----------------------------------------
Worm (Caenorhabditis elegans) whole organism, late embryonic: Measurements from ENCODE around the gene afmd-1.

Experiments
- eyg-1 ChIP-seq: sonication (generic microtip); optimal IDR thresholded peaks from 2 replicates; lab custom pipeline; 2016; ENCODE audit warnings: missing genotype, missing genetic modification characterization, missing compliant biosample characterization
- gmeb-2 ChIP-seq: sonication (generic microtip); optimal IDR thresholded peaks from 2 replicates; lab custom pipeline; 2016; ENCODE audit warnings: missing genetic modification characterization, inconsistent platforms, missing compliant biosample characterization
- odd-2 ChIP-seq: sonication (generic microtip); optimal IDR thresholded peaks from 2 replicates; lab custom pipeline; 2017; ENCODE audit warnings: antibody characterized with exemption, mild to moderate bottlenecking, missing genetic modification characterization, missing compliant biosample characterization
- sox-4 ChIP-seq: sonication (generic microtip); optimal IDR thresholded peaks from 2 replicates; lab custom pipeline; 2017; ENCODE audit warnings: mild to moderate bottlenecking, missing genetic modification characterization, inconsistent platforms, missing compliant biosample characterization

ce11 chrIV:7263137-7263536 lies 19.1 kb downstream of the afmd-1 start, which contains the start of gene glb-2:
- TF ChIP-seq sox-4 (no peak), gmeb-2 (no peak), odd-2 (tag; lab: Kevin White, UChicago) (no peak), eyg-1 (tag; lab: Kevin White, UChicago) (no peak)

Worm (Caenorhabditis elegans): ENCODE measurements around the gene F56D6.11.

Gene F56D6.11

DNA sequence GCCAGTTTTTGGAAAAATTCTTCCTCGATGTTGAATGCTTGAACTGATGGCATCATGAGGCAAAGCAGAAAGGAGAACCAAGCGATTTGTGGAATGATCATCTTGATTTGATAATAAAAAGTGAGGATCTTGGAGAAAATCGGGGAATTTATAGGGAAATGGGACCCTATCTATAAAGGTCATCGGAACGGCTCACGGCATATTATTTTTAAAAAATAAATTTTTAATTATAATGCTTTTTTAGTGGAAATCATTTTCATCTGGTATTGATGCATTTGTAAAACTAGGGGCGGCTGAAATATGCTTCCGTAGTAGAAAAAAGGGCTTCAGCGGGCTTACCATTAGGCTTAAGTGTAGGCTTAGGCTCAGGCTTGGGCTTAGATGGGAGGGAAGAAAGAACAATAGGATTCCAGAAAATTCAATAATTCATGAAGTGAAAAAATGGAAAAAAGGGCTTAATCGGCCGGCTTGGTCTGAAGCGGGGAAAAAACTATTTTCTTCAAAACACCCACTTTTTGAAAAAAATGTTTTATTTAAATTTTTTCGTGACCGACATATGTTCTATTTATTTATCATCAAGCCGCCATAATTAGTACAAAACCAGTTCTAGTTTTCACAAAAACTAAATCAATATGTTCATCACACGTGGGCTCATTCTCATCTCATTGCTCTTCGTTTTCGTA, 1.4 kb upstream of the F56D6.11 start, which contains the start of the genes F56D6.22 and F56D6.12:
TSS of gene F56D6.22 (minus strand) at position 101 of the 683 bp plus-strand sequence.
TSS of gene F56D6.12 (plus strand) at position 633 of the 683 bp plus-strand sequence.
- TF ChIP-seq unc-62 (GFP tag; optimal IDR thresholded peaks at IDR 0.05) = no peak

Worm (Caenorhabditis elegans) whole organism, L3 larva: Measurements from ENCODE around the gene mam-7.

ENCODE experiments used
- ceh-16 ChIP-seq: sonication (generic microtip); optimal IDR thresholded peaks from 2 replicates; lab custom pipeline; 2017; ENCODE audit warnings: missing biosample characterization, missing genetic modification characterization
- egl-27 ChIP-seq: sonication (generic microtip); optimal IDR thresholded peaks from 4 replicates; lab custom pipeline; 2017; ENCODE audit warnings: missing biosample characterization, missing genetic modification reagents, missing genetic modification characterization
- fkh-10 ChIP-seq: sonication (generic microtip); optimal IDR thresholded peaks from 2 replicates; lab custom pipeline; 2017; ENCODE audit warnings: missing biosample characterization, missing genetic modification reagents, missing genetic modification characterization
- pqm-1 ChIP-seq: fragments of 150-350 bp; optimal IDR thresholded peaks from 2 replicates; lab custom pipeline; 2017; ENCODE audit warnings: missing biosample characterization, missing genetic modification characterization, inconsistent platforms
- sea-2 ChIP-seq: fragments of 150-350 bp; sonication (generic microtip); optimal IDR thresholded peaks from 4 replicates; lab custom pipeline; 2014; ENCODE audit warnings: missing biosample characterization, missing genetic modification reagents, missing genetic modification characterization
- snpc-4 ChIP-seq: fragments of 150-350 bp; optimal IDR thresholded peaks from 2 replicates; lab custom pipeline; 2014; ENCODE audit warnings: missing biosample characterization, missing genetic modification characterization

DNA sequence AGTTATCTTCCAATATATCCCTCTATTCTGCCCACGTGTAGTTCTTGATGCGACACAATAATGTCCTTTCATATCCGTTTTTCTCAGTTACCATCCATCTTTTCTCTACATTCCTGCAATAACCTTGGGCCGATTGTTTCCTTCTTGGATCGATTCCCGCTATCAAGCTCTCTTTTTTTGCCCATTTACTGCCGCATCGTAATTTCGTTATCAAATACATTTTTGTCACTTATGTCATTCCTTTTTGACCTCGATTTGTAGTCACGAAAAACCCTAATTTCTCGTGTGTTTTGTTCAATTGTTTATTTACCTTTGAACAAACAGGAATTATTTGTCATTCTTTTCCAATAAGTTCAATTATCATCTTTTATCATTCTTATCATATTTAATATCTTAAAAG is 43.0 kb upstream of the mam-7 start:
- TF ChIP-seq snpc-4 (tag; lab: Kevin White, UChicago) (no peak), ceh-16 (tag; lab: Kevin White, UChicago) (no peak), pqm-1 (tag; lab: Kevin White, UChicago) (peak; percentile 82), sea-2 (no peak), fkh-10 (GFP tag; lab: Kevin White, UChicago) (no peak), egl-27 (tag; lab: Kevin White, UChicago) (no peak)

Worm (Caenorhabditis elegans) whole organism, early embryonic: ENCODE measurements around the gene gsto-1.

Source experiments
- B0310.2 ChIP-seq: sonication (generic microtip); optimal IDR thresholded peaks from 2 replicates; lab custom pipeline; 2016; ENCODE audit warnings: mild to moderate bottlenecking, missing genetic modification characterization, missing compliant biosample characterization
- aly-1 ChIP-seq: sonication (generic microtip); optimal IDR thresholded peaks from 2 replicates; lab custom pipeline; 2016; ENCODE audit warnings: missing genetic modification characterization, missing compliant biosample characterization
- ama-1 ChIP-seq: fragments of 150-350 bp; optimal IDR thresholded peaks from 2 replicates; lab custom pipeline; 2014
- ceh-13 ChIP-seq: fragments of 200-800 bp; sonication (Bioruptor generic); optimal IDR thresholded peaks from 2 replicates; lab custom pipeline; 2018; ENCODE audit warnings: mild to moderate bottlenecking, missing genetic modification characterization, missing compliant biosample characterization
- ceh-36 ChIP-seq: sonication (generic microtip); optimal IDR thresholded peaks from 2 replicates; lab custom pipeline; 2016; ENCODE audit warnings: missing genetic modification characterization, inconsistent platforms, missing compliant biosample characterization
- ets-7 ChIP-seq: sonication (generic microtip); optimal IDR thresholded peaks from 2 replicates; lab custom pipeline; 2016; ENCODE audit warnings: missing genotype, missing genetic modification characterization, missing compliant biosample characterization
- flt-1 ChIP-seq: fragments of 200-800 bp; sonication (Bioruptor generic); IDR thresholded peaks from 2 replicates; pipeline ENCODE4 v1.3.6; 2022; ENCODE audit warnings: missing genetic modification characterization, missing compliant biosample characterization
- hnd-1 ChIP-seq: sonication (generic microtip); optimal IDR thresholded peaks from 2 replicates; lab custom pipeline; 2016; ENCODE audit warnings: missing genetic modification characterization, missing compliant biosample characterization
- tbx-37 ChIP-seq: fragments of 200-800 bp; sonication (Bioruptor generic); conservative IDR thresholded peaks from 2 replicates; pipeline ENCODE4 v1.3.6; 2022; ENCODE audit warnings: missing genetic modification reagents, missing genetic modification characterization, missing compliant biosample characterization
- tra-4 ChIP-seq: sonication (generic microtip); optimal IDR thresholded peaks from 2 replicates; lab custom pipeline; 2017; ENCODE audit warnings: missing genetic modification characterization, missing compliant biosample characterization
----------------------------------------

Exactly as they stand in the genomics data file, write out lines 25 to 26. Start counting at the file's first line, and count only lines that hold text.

Worm (Caenorhabditis elegans) whole organism, early embryonic: ENCODE measurements around the gene gsto-1.

Source experiments